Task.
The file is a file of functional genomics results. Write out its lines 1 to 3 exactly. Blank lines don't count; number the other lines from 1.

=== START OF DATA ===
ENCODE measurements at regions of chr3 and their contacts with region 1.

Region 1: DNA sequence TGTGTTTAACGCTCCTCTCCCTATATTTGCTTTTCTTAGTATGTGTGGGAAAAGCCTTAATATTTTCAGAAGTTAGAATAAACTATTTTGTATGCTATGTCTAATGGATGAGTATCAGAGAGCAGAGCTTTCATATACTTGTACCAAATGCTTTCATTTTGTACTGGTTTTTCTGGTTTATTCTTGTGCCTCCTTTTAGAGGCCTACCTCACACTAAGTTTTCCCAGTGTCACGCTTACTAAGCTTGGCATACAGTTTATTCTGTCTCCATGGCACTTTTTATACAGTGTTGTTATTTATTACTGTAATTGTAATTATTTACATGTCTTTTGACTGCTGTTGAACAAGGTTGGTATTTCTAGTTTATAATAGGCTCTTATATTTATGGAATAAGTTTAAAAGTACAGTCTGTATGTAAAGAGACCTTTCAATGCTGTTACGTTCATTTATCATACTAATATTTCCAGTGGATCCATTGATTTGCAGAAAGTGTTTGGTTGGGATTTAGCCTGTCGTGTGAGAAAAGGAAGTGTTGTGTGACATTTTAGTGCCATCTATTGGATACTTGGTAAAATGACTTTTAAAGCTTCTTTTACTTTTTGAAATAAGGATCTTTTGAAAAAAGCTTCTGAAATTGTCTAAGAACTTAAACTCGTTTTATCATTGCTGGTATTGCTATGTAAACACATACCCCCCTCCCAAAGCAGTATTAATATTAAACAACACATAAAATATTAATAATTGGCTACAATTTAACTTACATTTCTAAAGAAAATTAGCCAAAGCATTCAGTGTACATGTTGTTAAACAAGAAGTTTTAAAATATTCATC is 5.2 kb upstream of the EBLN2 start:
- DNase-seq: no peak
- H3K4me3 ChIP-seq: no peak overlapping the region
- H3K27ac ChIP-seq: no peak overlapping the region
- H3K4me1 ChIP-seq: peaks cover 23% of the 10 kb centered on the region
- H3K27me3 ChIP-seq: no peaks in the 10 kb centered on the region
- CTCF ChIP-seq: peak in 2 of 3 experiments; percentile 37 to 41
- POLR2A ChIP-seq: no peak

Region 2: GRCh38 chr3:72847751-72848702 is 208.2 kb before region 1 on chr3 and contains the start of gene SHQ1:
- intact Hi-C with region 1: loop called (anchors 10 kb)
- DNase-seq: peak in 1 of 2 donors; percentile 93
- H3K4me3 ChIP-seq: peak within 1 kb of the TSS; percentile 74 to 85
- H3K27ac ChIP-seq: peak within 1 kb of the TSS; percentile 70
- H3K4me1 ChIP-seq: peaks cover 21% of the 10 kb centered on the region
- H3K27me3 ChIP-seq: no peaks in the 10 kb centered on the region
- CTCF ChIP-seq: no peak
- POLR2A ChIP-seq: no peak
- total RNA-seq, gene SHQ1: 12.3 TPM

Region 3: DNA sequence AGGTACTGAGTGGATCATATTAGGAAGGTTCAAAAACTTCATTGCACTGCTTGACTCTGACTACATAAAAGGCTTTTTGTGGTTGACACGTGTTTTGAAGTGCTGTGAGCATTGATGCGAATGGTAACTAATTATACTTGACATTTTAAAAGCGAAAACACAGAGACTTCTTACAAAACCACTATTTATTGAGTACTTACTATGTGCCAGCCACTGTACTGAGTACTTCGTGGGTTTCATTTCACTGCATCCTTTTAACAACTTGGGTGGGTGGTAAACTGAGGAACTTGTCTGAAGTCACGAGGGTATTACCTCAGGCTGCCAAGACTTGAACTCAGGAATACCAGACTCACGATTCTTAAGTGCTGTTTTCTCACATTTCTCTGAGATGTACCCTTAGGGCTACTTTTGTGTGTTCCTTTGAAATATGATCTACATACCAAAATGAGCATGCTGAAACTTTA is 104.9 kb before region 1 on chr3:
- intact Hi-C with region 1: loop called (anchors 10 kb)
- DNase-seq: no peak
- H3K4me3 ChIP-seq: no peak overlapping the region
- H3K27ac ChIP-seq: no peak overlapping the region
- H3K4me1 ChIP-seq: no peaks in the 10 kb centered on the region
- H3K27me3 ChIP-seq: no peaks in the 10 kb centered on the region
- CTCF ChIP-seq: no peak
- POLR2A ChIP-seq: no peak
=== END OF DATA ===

ENCODE measurements at regions of chr3 and their contacts with region 1.

Region 1: DNA sequence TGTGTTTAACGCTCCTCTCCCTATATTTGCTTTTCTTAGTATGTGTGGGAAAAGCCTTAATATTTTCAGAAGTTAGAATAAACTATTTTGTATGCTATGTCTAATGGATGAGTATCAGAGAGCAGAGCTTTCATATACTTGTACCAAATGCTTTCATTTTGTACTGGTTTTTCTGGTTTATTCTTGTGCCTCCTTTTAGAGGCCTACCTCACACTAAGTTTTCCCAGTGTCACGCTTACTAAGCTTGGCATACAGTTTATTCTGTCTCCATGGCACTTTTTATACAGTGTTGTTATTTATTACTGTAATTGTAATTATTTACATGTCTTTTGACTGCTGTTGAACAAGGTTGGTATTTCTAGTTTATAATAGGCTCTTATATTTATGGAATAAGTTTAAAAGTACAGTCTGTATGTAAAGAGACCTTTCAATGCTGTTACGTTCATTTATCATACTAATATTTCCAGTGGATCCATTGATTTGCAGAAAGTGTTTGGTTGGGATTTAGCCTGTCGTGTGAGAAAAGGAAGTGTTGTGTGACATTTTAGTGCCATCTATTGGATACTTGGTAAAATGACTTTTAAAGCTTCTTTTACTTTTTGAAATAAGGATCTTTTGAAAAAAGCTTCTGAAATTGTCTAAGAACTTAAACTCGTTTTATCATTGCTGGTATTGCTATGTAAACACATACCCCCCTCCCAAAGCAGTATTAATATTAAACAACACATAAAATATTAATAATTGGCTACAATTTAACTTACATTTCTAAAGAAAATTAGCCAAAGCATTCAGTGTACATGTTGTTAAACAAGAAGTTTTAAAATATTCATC is 5.2 kb upstream of the EBLN2 start:
- DNase-seq: no peak